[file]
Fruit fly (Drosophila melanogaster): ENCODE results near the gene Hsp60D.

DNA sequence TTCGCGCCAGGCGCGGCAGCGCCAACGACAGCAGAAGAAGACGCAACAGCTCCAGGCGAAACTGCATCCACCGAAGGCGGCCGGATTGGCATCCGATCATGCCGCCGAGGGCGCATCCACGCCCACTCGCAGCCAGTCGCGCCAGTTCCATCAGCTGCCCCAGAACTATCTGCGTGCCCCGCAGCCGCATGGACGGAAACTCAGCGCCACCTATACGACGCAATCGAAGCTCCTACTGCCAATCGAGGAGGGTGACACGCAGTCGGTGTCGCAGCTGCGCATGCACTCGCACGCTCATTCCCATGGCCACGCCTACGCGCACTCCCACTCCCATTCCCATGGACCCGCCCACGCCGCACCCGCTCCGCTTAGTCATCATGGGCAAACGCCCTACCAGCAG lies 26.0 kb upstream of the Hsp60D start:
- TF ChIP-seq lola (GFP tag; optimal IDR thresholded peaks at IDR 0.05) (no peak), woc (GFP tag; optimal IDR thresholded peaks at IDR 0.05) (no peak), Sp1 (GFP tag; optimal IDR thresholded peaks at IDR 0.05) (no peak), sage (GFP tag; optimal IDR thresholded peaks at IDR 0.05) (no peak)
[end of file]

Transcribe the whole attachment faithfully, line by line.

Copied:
Fruit fly (Drosophila melanogaster): ENCODE results near the gene Hsp60D.

DNA sequence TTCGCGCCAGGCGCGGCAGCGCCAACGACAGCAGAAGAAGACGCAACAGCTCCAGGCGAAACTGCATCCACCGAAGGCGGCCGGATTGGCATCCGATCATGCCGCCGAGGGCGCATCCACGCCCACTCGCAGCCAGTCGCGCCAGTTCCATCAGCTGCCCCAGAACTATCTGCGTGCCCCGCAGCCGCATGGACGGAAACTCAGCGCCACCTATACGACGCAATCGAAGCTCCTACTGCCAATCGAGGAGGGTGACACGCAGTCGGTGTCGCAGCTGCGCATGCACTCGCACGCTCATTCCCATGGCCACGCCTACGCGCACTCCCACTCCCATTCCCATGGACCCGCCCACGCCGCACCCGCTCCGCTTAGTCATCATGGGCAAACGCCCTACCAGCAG lies 26.0 kb upstream of the Hsp60D start:
- TF ChIP-seq lola (GFP tag; optimal IDR thresholded peaks at IDR 0.05) (no peak), woc (GFP tag; optimal IDR thresholded peaks at IDR 0.05) (no peak), Sp1 (GFP tag; optimal IDR thresholded peaks at IDR 0.05) (no peak), sage (GFP tag; optimal IDR thresholded peaks at IDR 0.05) (no peak)